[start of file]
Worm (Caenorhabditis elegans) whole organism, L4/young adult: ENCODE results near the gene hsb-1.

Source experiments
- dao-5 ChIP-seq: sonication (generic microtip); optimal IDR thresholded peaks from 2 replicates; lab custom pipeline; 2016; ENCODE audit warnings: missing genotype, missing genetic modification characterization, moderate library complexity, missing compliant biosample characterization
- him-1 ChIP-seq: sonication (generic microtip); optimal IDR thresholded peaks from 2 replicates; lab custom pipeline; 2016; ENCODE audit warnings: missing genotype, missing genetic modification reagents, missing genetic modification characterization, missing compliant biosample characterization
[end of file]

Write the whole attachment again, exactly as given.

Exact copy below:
Worm (Caenorhabditis elegans) whole organism, L4/young adult: ENCODE results near the gene hsb-1.

Source experiments
- dao-5 ChIP-seq: sonication (generic microtip); optimal IDR thresholded peaks from 2 replicates; lab custom pipeline; 2016; ENCODE audit warnings: missing genotype, missing genetic modification characterization, moderate library complexity, missing compliant biosample characterization
- him-1 ChIP-seq: sonication (generic microtip); optimal IDR thresholded peaks from 2 replicates; lab custom pipeline; 2016; ENCODE audit warnings: missing genotype, missing genetic modification reagents, missing genetic modification characterization, missing compliant biosample characterization